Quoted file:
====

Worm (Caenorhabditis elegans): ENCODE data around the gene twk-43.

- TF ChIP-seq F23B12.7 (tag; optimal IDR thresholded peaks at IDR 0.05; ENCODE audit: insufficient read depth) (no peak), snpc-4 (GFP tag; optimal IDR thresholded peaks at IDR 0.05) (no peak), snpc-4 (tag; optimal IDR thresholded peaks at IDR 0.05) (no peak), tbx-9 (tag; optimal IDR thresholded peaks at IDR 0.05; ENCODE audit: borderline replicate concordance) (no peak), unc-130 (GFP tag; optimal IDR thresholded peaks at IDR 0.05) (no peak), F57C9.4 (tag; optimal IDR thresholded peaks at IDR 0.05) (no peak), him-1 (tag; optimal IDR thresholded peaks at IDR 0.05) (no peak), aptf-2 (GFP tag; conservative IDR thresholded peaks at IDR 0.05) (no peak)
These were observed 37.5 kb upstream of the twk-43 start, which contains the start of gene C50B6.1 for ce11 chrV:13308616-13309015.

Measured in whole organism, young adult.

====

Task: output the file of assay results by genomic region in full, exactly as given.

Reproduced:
Worm (Caenorhabditis elegans): ENCODE data around the gene twk-43.

- TF ChIP-seq F23B12.7 (tag; optimal IDR thresholded peaks at IDR 0.05; ENCODE audit: insufficient read depth) (no peak), snpc-4 (GFP tag; optimal IDR thresholded peaks at IDR 0.05) (no peak), snpc-4 (tag; optimal IDR thresholded peaks at IDR 0.05) (no peak), tbx-9 (tag; optimal IDR thresholded peaks at IDR 0.05; ENCODE audit: borderline replicate concordance) (no peak), unc-130 (GFP tag; optimal IDR thresholded peaks at IDR 0.05) (no peak), F57C9.4 (tag; optimal IDR thresholded peaks at IDR 0.05) (no peak), him-1 (tag; optimal IDR thresholded peaks at IDR 0.05) (no peak), aptf-2 (GFP tag; conservative IDR thresholded peaks at IDR 0.05) (no peak)
These were observed 37.5 kb upstream of the twk-43 start, which contains the start of gene C50B6.1 for ce11 chrV:13308616-13309015.

Measured in whole organism, young adult.